Ok, let’s start by saying that you shouldn’t get the wrong impression, I’m not contemplating hanging up my email spurs or anything like that. Today we’re going to talk about quitting in a more general sense.
I’ve always been fascinated by the way people deal with quitting and giving up on something. I’ve watched other people over the years start things and never finish them and as for myself, I have a ton of half-finished projects that I’ve picked up over the years, but I’m not really talking about that.
What I’m thinking of is when you’re working on a project or a business and it becomes completely obvious that you’re not going to succeed and you need to make the call as to whether you pack it in or find a way to keep going.
From my experience, people almost always choose to keep going and try and make things work. It’s something about the human psyche that we emotionally commit ourselves to things and for a plethora of reasons we plug away at them even after it becomes painfully obvious that whatever we’re doing isn’t going to work.
I think it has to do with fear of failure. For some of us, the idea that something we’re working on isn’t going to work leads to feelings of shame, guilt and embarrassment. I’m going to let you in on a little secret – I think that’s a good thing. I think this is the part of our emotional brain when it comes to projects and business that keeps us honest.
I see plenty of people in the startup world preaching from the pulpit of “minimum viable product” and talking about “failing fast”. They’ve created a culture of indifference to failure. As a result, people are unwilling to put in the hard yards required to make things succeed.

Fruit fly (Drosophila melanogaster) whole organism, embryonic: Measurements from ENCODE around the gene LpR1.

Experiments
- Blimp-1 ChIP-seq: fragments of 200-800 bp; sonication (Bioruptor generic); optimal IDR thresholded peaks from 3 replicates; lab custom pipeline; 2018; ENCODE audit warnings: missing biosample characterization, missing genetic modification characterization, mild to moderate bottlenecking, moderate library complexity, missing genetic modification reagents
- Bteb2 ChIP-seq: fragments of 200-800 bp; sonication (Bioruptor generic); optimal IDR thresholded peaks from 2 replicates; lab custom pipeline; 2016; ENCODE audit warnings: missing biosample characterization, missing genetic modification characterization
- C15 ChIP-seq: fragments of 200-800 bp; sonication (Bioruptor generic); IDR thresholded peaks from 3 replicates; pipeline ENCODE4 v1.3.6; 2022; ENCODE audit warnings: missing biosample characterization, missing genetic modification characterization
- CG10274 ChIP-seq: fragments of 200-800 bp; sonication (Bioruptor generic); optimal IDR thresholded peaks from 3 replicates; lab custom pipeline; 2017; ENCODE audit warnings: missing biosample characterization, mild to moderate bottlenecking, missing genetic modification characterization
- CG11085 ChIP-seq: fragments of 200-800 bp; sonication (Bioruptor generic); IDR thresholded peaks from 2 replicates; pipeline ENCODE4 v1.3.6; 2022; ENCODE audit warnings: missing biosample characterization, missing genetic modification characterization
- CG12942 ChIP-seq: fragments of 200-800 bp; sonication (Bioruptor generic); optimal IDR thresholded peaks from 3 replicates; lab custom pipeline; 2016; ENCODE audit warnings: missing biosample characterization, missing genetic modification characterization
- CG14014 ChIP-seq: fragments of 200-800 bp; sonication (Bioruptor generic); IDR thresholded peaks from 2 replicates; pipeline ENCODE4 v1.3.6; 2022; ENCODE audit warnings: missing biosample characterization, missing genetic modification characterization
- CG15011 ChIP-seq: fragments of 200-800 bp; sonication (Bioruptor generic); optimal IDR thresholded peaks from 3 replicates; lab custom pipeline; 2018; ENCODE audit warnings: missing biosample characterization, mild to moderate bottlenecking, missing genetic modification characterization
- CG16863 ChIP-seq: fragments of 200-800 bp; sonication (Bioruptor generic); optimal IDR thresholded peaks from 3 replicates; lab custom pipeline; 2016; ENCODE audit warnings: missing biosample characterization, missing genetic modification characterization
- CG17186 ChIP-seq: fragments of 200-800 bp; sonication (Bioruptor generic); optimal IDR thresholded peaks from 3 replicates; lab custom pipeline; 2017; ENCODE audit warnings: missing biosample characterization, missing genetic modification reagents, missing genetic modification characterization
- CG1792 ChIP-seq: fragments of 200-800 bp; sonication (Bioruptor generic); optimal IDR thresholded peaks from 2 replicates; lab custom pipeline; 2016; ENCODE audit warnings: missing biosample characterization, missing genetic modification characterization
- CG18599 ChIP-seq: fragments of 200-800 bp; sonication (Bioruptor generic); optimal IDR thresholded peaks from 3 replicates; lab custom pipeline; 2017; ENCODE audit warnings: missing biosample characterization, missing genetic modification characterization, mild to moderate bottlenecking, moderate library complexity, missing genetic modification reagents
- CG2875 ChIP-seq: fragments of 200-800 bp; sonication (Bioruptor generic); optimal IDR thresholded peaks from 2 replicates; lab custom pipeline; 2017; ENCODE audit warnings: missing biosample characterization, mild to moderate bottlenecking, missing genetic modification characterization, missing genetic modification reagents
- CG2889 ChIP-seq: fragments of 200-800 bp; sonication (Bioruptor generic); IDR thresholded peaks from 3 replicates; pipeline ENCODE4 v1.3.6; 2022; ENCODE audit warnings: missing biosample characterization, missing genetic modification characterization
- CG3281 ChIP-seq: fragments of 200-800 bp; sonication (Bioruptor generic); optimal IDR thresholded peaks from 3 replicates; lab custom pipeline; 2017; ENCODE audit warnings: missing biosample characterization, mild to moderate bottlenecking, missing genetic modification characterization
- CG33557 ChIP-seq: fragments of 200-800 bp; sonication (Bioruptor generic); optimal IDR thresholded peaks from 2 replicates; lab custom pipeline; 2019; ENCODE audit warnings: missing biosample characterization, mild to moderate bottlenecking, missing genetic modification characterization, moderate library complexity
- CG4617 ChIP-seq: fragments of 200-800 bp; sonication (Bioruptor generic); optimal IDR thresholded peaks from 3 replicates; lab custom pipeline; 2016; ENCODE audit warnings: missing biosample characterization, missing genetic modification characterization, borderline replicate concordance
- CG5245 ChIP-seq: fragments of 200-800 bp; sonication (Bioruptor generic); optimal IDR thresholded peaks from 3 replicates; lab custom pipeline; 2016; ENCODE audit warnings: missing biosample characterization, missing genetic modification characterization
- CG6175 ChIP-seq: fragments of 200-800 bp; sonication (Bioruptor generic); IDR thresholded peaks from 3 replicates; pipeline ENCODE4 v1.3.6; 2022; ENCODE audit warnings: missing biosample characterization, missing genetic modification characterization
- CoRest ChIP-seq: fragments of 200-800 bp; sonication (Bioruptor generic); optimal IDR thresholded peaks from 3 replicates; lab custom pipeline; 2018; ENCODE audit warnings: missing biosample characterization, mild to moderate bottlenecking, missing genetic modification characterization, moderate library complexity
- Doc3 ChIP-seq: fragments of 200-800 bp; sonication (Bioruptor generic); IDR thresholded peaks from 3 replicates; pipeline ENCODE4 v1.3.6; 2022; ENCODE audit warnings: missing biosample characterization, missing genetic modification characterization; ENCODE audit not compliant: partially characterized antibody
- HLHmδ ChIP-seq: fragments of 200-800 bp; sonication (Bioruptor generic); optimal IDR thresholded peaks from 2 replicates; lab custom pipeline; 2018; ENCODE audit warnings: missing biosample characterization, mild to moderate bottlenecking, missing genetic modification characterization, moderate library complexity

A classic example is the video chatting service Blab. I heard from a few places in the last couple hours that Bebo, the company behind Blab are going to pivot that service or change direction. Then they released an iPhone app called, “Bebo Swipe To Chill” which is all about video chatting with your friends – clearly targeted at young people.
Blab was a good concept that was well executed and has been around for about nine months give or take. The multiparty video chatting is great and I think they’ve done a great job building it. The problem is, the usage isn’t growing at some astronomical rate.
Oh well, fail fast… Let’s move on to something else then shall we?
Some people refer to it as “entrepreneurial ADD” but the truth is that’s just BS to let people off the hook for quitting. It’s like saying that you lost an important hockey game 5-1 but hey, there’s another game next week. Wearing your losses like a badge of honour makes you a loser.
Now, this is where I’m going to flip the switch and argue for the other side.
Sometimes though, you have to pull the plug. Consistently working on something that isn’t going to succeed is just soul destroying. It absolutely wears you out mentally and emotionally – it’s really tough coming to a landing on the fact that you need to actually quit, but once you make the decision, you inevitably start to feel better about it.
I think it’s important to think hard about quitting and challenge all of your preconceived notions about where you’re at before you make your decision. It can be helpful to get some outside advice as well. The reality is, sometimes, even when you have a good idea and you execute well, it just doesn’t work out – that’s the unexpected nature of things that you can’t account for.
At that point, you need to do the right thing for yourself and your own sanity and quit. There’s no point beating your head off a wall when there’s no potential upside. If you’ve done your soul searching and you’re comfortable you’ve done everything you could have possibly done to succeed, then it’s time to take a deep breath and pull the trigger.
Then pull yourself up by the bootstraps, go have a nice breakfast somewhere and plan your next adventure into the online world!